I'd forget about the cheap "just as good" replacement belts. I have yet to find anything that comes close to O.E.M. belts for mileage and still  being within specs.
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CathyN
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« Reply #9 on: May 01, 2020, 01:35:20 AM »

I'd forget about the cheap "just as good" replacement belts. I have yet to find anything that comes close to O.E.M. belts for mileage and still  being within specs.

I 2nd what Bruce said.
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sonuvabug
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« Reply #10 on: May 01, 2020, 04:19:43 PM »

Murph, if you don’t change it before a longer trip,  I would suggest buying one and taking it along as a back up.  Dealers don’t usually stock the belts.  Just my 2 cents.

^^^ This ^^^ is a very good suggestion.  I generally carry an extra OEM (only) belt, if they are half done their scheduled service life, for each of our rides "just in case".  In that way, you always have the next one on hand when you do need to change it.  

Pretty much the same for tires unless they are fairly fresh i.e. less than 30% through their service life.  We've personally had a couple of "tire incidents" during various maxi-scoot rallies over the years ... even though I inspected the tires (and knew their duty mileage) ahead of time.  Both times, the tires had plenty of tread when we started out on Day 1.  The southern, twisty asphalt roads, made with crushed granite aggregates and bitumen, are a lot harder on tires than the asphalt roads up here made with  small, round & smooth stones from glacial deposits.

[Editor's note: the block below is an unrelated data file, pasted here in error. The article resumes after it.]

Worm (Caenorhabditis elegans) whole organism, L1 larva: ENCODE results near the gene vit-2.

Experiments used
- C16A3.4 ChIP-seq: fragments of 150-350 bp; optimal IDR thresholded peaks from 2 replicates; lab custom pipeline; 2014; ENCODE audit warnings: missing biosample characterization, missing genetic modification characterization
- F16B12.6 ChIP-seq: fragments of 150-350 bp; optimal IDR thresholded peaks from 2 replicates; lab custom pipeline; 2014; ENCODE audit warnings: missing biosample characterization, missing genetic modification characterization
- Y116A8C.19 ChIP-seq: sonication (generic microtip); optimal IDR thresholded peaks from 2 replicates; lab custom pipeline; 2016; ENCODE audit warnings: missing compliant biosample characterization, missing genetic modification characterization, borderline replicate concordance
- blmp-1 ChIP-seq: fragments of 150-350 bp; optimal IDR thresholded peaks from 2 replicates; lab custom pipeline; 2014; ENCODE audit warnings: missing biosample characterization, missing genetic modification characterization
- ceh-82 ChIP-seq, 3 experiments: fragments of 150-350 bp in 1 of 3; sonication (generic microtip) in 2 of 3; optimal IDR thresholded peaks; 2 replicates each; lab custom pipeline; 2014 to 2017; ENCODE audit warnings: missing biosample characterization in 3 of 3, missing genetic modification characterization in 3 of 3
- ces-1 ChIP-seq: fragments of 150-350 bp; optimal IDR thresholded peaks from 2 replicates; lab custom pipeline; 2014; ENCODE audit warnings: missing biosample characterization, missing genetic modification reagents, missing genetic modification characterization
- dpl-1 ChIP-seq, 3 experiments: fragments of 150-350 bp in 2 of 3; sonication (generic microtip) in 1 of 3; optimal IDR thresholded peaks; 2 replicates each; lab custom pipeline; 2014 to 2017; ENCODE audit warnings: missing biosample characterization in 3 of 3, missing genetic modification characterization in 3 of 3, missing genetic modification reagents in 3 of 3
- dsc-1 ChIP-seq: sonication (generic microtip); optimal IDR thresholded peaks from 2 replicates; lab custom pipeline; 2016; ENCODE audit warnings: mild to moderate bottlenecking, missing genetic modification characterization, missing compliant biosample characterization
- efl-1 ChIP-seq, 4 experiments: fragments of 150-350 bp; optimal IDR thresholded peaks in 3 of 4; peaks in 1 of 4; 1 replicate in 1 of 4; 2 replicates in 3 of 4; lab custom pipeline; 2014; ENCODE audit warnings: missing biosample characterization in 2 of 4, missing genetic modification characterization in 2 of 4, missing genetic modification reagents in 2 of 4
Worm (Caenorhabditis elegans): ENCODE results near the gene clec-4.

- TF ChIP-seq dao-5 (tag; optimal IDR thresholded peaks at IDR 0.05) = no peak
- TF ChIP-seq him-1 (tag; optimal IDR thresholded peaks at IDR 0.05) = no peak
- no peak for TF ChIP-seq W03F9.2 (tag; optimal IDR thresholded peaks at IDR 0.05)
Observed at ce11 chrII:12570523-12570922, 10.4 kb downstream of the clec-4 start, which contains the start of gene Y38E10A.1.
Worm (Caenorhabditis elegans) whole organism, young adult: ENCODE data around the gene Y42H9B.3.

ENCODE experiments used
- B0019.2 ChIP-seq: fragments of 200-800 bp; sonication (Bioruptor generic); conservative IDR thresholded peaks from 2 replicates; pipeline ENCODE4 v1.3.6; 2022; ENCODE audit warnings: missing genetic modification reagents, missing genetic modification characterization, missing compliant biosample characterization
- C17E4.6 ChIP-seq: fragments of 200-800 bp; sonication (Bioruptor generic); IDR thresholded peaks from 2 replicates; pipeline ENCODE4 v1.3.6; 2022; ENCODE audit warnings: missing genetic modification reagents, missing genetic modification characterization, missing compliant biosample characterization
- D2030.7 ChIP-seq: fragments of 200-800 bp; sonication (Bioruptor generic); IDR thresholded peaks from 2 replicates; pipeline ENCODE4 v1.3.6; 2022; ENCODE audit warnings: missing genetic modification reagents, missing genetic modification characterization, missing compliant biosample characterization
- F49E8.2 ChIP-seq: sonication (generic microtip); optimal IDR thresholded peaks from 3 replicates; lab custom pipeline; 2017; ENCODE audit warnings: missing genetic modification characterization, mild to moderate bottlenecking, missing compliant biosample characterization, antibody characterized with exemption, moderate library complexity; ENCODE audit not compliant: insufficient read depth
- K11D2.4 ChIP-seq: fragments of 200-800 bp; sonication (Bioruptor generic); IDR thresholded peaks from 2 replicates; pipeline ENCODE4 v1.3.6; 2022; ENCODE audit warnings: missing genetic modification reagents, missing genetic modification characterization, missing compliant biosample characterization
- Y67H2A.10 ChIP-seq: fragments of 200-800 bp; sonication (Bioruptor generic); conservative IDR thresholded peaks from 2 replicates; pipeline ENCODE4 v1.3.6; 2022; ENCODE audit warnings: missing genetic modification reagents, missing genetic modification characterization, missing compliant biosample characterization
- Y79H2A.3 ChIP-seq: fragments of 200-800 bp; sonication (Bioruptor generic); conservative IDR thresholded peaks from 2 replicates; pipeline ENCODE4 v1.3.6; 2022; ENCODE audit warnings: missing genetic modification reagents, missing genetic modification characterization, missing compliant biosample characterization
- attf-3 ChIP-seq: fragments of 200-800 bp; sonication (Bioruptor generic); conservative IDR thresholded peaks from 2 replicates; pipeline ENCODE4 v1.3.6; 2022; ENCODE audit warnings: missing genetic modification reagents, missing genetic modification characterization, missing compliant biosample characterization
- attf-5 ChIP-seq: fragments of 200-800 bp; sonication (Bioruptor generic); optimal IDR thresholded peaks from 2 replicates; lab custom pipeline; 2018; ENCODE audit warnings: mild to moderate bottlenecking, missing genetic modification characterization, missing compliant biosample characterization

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« Reply #11 on: May 01, 2020, 11:25:04 PM »

Honda and Toyota timing belts are 90k miles or 10 years.  Some people stretch it another 30=40k no problem despite potential engine death with VTEC/VVT-i.

With the Silver Wing CVT belt, 16k by the book but some people do 20k no issues. 10 years is probably still a good idea but I would visually inspect it at minimum. At least the worse that’ll happen is we’re stranded and have to clean up bits of broken belt.
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Murf
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« Reply #12 on: May 07, 2020, 03:03:21 PM »

Thanks for the suggestions, I just ordered an OEM Honda Belt.  Ill inspect and change the belt and keep the old for emergency change.  Thought it would be good to have a new belt for the Ozarks, I would not want to fall behind the go fast bikes.
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Brubaker
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« Reply #13 on: May 07, 2020, 10:06:14 PM »

In my years of Silverwing ownership I had the belt changed at around 15000 miles at my local dealers. I've never understood the logic of keeping the old one for emergency use and I've read a few forum posts from owners who say they do this. The belt was changed in the first place because it was old, aged, or changed at the required mileage before it could break.

So in a way keeping that worn old belt is like the stretched elastic in that pair of faded underpants you keep hanging onto, despite your wife repeatedly telling you to throw them out.

If you're unfortunate enough to have a belt break when you're out riding it's likely to have well exceeded the recommended mileage, or been in a similar condition to the 'emergency use' belt some owners keep.